The Introduction and Chapter One set the ethnographic stage and summarize Peshkova’s theoretical influences, including the work of Gabriele Marranci, Nigel Rapport and Saba Mahmood. Chapters Two to Four analyze the complexities of society-self relations, the role played by gendered “liberatory” and “non-liberatory” Islamic discourses in upholding or restricting women’s identities and agentive capabilities, and the pedagogical, strategic and emotional value of didactic story-telling. Peshkova also takes care to introduce the effects of transnational Islam, particularly Saudi interpretive traditions and edicts (fatwa), on local forms of gendered piety and ritual. The final three chapters assess the delimiting impacts of the state’s rigid ideological structuring of Islam on otinchalar and, to a lesser degree, their students, and consider otinchalar’s positioning amid wider webs of culture, power and politics. While Peshkova attends to the power of state-authorized “national Islam” to shape individual lives, greater emphasis is paid to otinchalar’s ability to not merely reify but also creatively contribute to state formulations of Islam, and support its enactment at individual and community levels. Otinchalar are described as self-aware agents of their moral self-formulation, who serve as mediums for the transmission of the Islamic knowledge necessary to distinguish the informed and pious (illim khalq) from those uneducated in faith (avom khalq).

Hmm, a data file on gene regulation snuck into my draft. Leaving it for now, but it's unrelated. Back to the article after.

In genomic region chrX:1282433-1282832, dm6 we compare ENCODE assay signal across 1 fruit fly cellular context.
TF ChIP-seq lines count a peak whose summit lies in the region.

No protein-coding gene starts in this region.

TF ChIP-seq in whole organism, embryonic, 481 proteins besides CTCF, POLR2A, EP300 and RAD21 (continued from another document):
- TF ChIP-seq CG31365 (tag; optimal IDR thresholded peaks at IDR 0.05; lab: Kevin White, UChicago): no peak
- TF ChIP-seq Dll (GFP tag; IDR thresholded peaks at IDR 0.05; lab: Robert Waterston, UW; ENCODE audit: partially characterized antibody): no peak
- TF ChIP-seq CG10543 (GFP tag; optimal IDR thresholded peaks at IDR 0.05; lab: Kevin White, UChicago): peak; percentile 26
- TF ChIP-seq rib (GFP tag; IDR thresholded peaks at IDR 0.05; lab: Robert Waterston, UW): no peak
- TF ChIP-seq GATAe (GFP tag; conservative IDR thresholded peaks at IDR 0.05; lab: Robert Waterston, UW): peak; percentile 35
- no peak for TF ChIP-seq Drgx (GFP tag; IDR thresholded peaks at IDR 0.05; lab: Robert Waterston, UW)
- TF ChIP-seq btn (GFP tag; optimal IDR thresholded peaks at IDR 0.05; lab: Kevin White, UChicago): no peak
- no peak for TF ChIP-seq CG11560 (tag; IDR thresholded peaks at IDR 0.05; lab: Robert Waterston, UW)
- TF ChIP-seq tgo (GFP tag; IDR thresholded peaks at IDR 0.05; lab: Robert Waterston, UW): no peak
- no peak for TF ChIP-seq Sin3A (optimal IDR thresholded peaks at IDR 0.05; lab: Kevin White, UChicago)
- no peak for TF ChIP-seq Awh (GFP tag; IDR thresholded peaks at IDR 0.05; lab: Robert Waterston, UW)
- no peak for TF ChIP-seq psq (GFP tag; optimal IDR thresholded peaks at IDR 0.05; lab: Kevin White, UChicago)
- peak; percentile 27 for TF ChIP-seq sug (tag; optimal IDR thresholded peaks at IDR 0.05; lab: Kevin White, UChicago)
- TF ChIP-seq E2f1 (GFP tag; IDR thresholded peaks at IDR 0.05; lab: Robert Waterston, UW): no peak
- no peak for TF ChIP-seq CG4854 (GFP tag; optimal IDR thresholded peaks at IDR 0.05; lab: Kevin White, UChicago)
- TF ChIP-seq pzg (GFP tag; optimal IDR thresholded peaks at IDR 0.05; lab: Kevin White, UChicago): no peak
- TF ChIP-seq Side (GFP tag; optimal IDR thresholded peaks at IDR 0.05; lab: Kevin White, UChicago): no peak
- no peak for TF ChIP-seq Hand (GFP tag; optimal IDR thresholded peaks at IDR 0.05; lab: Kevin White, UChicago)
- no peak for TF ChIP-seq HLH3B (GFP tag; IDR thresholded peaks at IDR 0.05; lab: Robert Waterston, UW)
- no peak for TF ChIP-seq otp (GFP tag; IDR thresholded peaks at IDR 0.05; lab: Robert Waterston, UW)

Peshkova argues that otinchalar are both emplaced in and enact larger cultural, political and Islamic interpretive histories. By considering the influence of pre-Soviet, Soviet and post-Soviet forces on women’s gendered and spiritual self-formation, as well as their individuality and being in the world, Peshkova contextualizes the diverse impetuses that drove her interlocutors to take up, “inbody,” embody, articulate and co-create “national Islam” at individual and collective societal levels. Although otinchalar were capable of critical reflection concerning themselves and the politics inherent in their circumstances, by assuming public stances that were co-operative rather than challenging to state discourse on Islam, otinchalar served as willing co-contributors to the state, and reflected rather than contradicted the government’s investments in particular ideologies of society and citizenship. Otinchalar’s careful abidance by the defined contours of state-sanctioned and dictated Islam pragmatically ensured their safety and security.
Yet otinchalar’s work was not without its hazards. As Peshkova demonstrates, otinchalar, like other Uzbeks who strayed perilously close to state-prescribed boundaries, were often caught in fraught relationships between the government, “national Islam” and local communities of belief. Amid the uncertainties and insecurities of life in post-Soviet Uzbekistan, Peshkova’s ethnographic emphasis on the spoken and unspoken political dynamics of individual and community life is particularly compelling, inasmuch as it affords insights into the imposition of statecraft and governance on private life and faith in particular. The state’s reach is demonstrated time and again through Peshkova’s careful use of ethnographic vignettes concerning her and some of her interlocutors’ entanglements with the state, which sometimes led to false accusations and torture, jail or, as she herself experienced, deportation and exile. According to Peshkova, many such cases stemmed from a perceived sense by the state, embodied as it was by government officials and security agents, that individuals had become “too” religious or practiced “incorrect” forms of Islam (such as Wahhabism), and were thereby predisposed to take up “anti-state” activities. (Peshkova notes that such efforts became especially vigorous following President Karimov’s near-assassination by “Islamic terrorists” in the 1990s.)